Where I spray-paint my thoughts…

Canada Reads, and So Do I


So it’s time again for that annual fest of fun and fiction, Canada Reads.  Five celebrity panelists pick five favourite books and encourage the rest of the country to read them, preparatory to an all-out on-air battle where each defends his/her choice to the death. OK, not to the death.  But it’s interesting and I always enjoy catching bits of the debate on CBC Radio.

This year I’ve decided to do more than just listen: I’m joining in.  Well, not as a panelist (I can dream, though!).  As a reader.  Every year’s list contains one or two books I’ve read and usually a few I plan to get around to. This year’s list contained only one book I’d already read, so I decided to check the other four out of the library and read them before the panelists start debating.  That way, I’ll have an intelligent and informed opinion.

And, of course, even though Jian hasn’t invited me to come on the radio with him (YET) as a panelist, I don’t intend to simply read the books and keep my mouth shut.  No, I’ll be blogging every book and my opinions, good bad and ugly, over at Compulsive Overreader (which I’ve just gotten updated after a very slack month of reading without reviewing!).  So far, I’ve blogged about the book I’d pick if I were a Canada Reads panelist, and about the one book I already read from the list and why I don’t want to re-read it. 

So even if you’re not in Canada, hop over there, check out what I have to say, and stay tuned as I work my way through the selections: Fall on Your Knees by Anne Marie Macdonald, Good to a Fault by Marina Endicott, Generation X by Douglas Coupland, The Jade Peony by Wayson Choy, and Nikolski by Nicolas Dicker. Maybe even pick up one and read it yourself!!


9 thoughts on “Canada Reads, and So Do I

  1. This post looked lonely, so I thought I’d better leave a comment.

  2. I can always count on you, Jamie!

  3. Funny, but I don’t think of Douglas Coupland as a Canadian writer. And yes, I know he lives in Vancouver — but he writes about the whole I-5 Corridor.

  4. True, and I’m sure he has some universal appeal beyond Canada, but he is very much a Canadian writer.

  5. Hmmm . . . I’m puzzled by this whole concept of regionalism and identity in literature. Is Douglas Coupland a Canadian author — or an author who is Canadian?

    How about William Gibson?

  6. I guess I don’t see the distinction between a “Canadian author” and an “author who is Canadian.”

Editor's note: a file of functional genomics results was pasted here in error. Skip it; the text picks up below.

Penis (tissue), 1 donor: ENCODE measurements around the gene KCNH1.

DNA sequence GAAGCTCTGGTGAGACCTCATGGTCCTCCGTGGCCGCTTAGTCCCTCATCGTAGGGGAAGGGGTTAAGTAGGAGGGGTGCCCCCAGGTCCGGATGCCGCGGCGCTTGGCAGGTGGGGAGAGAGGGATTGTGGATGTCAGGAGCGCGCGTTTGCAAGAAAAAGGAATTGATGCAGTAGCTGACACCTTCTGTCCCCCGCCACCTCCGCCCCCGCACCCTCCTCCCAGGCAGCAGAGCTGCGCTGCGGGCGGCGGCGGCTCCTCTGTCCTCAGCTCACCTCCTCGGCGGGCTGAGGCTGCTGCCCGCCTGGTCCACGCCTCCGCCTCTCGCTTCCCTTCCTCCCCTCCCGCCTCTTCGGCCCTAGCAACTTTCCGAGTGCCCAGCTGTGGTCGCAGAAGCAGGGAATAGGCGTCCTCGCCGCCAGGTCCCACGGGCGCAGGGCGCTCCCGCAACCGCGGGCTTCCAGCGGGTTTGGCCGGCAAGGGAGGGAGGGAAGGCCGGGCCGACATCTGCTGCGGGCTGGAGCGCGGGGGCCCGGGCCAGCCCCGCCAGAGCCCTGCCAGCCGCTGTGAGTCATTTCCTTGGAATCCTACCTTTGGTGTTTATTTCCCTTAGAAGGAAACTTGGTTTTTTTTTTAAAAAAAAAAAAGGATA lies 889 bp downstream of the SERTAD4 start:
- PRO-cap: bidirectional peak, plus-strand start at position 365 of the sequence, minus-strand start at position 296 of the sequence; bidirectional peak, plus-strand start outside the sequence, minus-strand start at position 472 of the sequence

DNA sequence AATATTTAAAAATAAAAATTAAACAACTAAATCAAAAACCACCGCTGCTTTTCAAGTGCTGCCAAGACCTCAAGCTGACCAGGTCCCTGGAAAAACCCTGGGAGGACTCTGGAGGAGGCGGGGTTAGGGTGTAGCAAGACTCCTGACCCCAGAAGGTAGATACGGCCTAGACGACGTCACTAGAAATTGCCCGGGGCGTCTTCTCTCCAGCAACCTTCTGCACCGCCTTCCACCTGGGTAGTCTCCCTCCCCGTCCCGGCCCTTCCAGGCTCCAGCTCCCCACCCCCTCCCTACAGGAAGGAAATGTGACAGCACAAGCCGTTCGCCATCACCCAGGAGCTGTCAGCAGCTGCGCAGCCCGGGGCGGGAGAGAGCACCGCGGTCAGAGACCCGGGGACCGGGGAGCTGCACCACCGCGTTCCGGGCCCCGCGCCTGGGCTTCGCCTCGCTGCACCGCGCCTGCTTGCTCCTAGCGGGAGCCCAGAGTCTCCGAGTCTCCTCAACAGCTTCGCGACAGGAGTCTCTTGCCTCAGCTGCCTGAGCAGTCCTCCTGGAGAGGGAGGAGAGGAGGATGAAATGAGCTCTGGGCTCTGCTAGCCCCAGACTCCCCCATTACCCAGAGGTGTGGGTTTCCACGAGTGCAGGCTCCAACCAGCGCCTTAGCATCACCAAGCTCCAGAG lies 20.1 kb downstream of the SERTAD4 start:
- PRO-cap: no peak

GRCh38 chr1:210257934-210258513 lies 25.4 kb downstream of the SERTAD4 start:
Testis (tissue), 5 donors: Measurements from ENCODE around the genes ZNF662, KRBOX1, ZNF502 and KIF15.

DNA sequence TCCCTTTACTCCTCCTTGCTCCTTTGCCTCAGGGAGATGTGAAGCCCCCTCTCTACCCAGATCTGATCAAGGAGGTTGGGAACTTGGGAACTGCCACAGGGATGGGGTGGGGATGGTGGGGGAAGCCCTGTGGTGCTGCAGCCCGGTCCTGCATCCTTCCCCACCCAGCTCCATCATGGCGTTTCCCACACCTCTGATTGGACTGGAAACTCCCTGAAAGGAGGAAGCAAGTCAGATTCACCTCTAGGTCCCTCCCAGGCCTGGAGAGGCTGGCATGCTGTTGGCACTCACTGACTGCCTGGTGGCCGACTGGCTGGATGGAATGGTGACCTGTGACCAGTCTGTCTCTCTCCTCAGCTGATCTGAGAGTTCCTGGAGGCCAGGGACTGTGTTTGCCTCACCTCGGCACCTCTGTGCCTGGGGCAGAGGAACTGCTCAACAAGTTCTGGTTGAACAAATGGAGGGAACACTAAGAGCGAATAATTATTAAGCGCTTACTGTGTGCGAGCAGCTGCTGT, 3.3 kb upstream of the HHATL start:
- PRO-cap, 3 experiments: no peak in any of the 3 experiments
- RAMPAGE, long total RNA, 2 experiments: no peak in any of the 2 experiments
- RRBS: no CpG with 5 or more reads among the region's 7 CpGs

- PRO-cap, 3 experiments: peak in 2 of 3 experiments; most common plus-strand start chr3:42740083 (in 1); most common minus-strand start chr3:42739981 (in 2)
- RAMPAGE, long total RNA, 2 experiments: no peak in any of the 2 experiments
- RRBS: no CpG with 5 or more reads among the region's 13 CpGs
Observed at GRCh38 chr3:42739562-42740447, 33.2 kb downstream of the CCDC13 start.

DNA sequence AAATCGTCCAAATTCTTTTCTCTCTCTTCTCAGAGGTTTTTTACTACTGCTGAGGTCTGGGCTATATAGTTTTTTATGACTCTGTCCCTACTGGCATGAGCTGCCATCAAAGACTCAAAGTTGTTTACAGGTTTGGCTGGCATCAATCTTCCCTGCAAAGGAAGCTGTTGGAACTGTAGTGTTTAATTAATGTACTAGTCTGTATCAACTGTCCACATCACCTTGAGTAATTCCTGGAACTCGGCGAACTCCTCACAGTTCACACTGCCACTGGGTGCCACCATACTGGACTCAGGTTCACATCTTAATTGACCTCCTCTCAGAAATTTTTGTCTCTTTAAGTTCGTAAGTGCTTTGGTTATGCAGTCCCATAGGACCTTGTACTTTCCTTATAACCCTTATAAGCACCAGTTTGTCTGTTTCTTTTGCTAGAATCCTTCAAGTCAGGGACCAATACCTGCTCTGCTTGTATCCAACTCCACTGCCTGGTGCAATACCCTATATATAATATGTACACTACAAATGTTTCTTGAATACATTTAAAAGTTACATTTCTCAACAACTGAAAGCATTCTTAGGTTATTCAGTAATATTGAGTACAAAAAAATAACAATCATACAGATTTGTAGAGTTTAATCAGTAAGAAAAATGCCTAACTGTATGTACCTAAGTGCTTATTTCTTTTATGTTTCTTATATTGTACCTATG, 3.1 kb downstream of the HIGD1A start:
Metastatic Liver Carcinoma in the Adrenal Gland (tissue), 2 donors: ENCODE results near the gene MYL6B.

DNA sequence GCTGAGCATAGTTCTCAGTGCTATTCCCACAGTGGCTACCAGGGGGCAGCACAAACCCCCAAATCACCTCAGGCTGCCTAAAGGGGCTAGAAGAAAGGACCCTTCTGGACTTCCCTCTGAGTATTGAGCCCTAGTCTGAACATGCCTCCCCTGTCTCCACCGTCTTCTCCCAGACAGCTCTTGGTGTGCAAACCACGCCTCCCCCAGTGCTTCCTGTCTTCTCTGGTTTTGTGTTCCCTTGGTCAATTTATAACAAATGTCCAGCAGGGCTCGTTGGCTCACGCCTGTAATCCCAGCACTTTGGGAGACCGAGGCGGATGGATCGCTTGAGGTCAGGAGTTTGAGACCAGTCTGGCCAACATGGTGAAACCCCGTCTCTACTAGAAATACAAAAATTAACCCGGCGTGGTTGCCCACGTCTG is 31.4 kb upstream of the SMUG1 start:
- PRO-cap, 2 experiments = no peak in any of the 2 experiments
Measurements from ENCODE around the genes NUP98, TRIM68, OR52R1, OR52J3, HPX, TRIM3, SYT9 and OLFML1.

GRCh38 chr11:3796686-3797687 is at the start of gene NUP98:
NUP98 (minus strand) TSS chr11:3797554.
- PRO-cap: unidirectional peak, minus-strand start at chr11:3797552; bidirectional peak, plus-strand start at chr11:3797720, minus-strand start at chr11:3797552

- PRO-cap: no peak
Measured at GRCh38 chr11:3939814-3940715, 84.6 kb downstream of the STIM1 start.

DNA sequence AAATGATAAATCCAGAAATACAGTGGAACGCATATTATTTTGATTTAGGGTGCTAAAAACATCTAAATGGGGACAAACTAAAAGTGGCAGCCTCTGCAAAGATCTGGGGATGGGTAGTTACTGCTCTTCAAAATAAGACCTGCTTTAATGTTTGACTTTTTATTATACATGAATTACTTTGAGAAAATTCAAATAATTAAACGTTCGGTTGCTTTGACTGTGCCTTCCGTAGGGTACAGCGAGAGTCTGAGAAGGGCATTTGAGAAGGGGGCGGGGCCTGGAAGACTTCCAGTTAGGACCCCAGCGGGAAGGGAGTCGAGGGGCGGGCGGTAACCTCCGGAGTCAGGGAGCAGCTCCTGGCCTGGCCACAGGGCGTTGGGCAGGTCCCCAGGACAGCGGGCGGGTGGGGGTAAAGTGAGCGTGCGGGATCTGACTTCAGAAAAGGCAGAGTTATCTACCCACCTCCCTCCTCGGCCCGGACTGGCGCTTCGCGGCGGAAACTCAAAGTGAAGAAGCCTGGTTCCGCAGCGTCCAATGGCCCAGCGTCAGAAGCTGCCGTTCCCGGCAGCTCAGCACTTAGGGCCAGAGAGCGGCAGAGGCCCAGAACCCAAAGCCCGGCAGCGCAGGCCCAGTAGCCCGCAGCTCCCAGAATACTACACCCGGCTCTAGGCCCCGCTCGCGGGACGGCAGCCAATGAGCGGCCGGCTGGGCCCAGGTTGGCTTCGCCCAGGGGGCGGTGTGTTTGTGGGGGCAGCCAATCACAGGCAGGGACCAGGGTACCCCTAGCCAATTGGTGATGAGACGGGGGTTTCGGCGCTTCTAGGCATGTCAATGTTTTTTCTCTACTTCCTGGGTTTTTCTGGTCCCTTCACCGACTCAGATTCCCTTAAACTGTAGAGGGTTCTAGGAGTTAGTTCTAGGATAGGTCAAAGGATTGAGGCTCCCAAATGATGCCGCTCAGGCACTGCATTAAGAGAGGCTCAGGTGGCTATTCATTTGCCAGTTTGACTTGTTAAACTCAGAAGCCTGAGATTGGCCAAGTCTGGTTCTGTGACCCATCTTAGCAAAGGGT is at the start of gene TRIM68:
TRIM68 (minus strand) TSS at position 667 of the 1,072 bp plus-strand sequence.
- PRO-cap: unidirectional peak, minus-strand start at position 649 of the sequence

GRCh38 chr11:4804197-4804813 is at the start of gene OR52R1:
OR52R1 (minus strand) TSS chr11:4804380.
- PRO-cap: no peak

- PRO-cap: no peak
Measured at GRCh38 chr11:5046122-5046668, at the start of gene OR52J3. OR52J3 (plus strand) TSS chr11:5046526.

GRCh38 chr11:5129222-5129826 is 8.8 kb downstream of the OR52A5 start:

I will admit to never having heard of William Gibson before you asked, but it’s interesting that Wikipedia describes him as an “American-Canadian writer” as he has dual citizenship (it also amuses me when American sources describe the life of a draft-dodger who moved to Canada as “exile” … like most Canadians I have known a few people who moved to Canada during those difficult years and never thought of them as being particularly “exiled” but maybe they see it differently!) Any writer who lives and works primarily in Canada is generally referred to here as a Canadian writer, although if the person was born someplace else and the culture of his/her birthplace is still very evident in his/her work, they might be “hyphenated” — like Rohinton Mistry who is sometimes referred to as an “Indian-Canadian writer” or “a Canadian writer of Indian heritage” or occasionally “an Indian writer residing in Canada.”

    Regional identity is much more important to Canadian writers (and probably musicians, filmmakers and other artists) than to Americans, I think, because we have this job of distinguishing ourselves from American culture, which is important for a variety of reasons, though obviously more important to some than to others.

    • I guess that one reason I’m asking is that I spent most of my time in graduate school trying to figure out what gives a region its identity.

      Ezra Pound was born in Idaho, for instance, yet I don’t know anyone who describes him as a “Western author.”

      And in Wolf Willow, Wallace Stegner wrote about his childhood in Saskatchewan — yet he’s not usually described as a “Canadian author.”

      Then you add T. S. Elliot (who was born and raised in Missouri), and Robert Louis Stevenson (who met his wife in San Francisco but wrote most of his best stuff in France), and Rudyard Kipling (who wrote Kim while living in Vermont) . . . and the whole question of “who claims whom?” starts looking kind of arbitrary.

      Which brings me back to Douglas Copeland. He is Canadian, sure enough. But it seems to me his novels have more of a “West Coast” vibe than anything else. (Think “Microserfs.”) And yes, this may be why Generation X was turned down by a Canadian publisher before it was picked up here!

      • I agree, it can be tricky. But CanLit was quick enough to claim Douglas Coupland as a Canadian author once Generation X was a success! Sometimes I think such definitions are political as much as anything, at least in Canada (I mean to do with the politics of publishing and marketing).

  7. And yes, I know how to spell “Eliot” and “Coupland” — but it’s early yet!

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